iShares S&P GSCI (GSG) ETF is a fund that aims to track returns of a particular S&P index (S&P GSCI Index) that represents a diversified set of commodities.
The iShares GSG ETF holds future contracts, which track the value of the commodities held in the S&P GSCI Index.
Underlying Index: S&P GSCI Index
In order to understand how the iShares GSG ETF will move, you need to know the underlying assets of the index it tracks.
So, here is the breakup of the futures contract currently included in the S&P GSCI with their percentage dollar weights on February 27th 2009:
WTI Crude Oil: 33.74%
Brent Crude Oil: 12.38%
Natural Gas: 5.91%
RBOB Gas: 4.82%
Heating Oil: 4.16%
Live Cattle: 3.69%
Lean Hogs: 1.89%
Red Wheat: 1.00%
Feeder Cattle: 0.68%
Primary Nickel: 0.61%
Standard Lead: 0.36%
As you can see, this index is heavily weighted towards oil and gas, which form about 65% of the total assets.
The prospectus explains that the index is calculated in the following manner:
The quantity of each of the contracts included in the S&P GSCITM is determined on the basis of a five-year
average, referred to as the “world production average”, of the production quantity of the underlying commodity as published by the United Nations Statistical Yearbook, the Industrial Commodity Statistics Yearbook and other official sources.
This means that unless there is a substantial change in the output of any of these commodities – there won’t be a substantial change in the composition of this index.
Operating History and Performance
iShares GSG ETF has an operating history from June of 2006 and its investing pool has grown from $7.35 million in June 2006 to $466.23 million at 31st December 2008.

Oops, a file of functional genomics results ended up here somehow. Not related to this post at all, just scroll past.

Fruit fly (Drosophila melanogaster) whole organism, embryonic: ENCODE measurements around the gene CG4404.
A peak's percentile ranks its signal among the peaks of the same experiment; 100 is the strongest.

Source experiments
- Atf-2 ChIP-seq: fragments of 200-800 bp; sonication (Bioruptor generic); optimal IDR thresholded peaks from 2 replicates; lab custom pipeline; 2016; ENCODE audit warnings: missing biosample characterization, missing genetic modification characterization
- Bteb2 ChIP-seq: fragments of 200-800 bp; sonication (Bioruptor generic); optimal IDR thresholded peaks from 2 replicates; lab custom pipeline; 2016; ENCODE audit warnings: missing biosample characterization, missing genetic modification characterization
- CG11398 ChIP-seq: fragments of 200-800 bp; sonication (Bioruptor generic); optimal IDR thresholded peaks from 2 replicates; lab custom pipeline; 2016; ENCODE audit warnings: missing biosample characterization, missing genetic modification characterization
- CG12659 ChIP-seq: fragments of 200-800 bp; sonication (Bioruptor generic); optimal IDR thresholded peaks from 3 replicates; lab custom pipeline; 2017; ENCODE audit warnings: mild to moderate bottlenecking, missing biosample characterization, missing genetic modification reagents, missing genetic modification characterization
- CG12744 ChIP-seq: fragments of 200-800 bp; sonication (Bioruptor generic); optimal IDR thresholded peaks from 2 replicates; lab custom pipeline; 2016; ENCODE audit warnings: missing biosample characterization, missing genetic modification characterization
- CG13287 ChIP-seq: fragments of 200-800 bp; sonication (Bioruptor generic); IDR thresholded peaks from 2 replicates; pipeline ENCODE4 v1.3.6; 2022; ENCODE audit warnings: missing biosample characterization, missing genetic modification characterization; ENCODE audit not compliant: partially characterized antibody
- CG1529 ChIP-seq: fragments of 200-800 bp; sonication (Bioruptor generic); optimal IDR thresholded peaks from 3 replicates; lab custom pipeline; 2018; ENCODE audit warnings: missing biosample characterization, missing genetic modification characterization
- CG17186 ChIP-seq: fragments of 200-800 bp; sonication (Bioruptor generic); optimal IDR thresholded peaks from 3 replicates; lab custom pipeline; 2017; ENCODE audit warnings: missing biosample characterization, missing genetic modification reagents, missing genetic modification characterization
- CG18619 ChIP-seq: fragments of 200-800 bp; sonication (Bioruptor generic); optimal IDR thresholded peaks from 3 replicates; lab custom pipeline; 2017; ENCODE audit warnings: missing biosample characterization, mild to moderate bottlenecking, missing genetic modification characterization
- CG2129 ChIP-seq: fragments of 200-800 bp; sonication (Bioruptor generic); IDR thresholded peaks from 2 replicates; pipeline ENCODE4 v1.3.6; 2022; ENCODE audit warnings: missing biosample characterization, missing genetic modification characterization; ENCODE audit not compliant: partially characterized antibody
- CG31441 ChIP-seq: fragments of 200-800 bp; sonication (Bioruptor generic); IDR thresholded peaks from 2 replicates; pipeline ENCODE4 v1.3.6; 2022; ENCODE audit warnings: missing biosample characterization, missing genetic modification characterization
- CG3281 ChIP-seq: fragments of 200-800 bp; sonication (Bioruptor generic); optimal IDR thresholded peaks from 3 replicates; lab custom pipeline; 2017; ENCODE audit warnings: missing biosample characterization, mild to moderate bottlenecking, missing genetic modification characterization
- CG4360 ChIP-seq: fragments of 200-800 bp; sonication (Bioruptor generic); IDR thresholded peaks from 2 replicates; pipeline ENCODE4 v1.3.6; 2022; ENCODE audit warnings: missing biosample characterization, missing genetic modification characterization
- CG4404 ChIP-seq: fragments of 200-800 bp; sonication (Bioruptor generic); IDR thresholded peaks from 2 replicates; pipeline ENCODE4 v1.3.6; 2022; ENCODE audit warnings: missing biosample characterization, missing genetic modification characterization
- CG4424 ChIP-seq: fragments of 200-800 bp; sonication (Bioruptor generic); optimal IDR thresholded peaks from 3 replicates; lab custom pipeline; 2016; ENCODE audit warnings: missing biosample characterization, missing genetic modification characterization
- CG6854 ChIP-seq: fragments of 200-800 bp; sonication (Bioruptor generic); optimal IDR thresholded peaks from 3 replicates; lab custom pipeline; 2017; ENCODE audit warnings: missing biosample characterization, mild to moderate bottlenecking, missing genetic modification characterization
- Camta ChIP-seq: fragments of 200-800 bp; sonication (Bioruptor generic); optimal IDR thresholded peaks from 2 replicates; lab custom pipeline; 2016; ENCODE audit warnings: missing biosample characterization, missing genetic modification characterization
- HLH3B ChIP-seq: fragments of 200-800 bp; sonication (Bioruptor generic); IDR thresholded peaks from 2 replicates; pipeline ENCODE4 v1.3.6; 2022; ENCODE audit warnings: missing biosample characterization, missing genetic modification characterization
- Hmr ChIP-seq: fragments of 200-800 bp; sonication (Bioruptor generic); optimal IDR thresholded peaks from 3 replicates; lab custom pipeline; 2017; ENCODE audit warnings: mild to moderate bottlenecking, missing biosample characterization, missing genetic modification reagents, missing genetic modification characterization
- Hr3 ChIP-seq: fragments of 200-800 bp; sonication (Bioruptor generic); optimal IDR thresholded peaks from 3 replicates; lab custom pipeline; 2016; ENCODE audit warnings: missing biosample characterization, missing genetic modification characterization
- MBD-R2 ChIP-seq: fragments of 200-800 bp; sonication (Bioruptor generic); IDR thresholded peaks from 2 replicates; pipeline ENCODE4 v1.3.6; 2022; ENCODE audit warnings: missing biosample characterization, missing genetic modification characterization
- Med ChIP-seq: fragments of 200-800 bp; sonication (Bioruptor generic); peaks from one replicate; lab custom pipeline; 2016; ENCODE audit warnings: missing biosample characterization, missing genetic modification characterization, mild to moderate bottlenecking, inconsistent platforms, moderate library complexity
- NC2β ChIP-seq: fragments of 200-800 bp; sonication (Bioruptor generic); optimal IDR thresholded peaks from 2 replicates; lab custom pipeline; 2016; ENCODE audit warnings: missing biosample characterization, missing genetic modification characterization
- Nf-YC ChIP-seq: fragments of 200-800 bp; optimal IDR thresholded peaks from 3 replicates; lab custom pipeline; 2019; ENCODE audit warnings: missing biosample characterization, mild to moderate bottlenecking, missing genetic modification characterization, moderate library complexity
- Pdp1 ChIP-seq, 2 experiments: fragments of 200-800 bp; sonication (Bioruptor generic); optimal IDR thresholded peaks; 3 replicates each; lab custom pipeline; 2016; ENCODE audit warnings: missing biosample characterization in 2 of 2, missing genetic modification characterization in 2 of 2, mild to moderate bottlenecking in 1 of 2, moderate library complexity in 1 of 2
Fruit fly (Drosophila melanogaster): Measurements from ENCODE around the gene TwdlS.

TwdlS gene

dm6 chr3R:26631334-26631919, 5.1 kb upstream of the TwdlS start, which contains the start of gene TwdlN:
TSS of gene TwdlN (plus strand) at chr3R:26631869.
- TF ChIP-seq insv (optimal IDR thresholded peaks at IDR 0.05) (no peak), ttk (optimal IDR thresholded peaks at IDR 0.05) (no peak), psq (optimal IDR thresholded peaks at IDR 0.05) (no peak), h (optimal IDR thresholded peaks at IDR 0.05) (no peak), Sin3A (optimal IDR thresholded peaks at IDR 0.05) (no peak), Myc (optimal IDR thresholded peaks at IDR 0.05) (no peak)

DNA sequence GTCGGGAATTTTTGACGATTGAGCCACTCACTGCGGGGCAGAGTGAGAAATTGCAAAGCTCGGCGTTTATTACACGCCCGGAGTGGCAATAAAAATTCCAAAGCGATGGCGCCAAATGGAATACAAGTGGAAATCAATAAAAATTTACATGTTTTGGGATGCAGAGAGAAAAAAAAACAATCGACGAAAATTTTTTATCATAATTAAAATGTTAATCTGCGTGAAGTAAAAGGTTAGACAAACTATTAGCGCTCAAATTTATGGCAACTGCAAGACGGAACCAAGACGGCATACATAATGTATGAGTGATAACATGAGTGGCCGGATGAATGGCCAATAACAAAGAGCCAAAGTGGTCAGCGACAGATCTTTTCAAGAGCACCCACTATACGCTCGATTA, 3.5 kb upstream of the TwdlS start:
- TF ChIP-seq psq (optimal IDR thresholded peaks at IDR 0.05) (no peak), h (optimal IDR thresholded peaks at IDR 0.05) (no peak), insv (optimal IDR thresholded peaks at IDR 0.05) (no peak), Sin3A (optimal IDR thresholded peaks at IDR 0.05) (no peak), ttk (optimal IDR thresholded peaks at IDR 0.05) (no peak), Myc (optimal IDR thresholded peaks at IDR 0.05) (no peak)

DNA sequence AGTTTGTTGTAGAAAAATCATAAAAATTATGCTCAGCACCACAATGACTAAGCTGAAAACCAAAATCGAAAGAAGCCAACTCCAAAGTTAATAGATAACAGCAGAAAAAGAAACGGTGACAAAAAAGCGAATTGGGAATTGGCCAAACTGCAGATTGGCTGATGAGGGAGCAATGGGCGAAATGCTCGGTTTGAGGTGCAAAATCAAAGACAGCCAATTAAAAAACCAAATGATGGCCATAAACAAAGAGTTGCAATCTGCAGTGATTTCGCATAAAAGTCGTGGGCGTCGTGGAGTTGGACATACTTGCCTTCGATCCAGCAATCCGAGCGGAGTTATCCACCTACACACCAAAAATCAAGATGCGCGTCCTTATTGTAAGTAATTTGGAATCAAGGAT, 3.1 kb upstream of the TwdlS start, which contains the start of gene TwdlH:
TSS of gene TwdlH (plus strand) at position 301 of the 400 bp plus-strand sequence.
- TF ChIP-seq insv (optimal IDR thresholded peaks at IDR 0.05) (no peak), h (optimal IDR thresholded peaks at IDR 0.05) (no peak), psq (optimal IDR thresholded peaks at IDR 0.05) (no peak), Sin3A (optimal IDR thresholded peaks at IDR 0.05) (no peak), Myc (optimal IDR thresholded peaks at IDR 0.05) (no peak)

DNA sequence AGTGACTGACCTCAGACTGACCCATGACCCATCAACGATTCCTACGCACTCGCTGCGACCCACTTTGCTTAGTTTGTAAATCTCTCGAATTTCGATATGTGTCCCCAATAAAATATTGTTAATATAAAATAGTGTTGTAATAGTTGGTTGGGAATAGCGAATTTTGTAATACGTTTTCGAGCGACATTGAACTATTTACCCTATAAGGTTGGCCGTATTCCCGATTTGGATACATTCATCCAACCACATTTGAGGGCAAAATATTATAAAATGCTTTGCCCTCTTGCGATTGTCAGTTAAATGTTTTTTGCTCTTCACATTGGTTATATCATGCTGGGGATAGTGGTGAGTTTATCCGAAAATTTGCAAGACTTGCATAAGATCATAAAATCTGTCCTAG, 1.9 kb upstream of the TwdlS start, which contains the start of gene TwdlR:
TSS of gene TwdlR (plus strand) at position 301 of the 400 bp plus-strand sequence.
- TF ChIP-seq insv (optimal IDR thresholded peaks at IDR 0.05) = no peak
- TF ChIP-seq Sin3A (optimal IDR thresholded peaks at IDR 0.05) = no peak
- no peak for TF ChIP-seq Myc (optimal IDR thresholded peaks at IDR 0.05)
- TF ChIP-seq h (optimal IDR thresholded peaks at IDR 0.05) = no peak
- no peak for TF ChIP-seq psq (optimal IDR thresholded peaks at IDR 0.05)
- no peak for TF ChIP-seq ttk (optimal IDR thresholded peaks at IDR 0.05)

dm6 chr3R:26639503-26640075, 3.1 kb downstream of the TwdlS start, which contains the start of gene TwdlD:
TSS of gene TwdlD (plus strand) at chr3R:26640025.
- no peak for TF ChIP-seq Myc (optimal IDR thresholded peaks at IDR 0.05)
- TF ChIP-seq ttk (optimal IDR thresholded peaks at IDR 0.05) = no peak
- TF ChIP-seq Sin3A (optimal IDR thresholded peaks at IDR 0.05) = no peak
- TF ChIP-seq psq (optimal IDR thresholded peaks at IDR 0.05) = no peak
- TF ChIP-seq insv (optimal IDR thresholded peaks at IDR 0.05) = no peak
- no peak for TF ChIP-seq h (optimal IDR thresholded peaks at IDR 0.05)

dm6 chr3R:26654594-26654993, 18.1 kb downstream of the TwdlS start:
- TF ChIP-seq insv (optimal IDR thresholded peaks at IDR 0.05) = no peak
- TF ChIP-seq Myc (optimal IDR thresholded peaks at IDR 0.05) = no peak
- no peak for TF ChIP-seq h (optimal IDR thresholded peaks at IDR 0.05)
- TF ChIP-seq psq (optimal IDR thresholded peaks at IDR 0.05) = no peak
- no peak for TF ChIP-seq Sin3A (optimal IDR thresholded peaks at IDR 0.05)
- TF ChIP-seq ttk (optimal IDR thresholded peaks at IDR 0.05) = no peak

The iShares GSG ETF has a management fee of 0.75% and has a beta of 0.98 with the S&P 500. The trust has returned -21.80% since inception.
The iShares GSG ETF tracks the return of its underlying index by investing its funds in the long positions future contracts on the S&P GSCI Excess Return Index, called CERFs.
Here is a look at its price movement since inception.
Most investors stumble upon the iShares GSG ETF, when they are looking for a fund that will help them invest in commodities.
Different people have different things in mind when they think of commodities, some think of precious metals like gold and silver and others think of copper and zinc. But, the underlying index of GSG weighs heavily towards Oil and Gas.
So invest in this fund, only if you were looking for an investment vehicle that tracks the price of oil and gas for the most part.
If you had a specific commodity in mind (other than oil), then you may want to pass this ETF and look for something that invests in the specific commodity (or commodity class) you had in mind.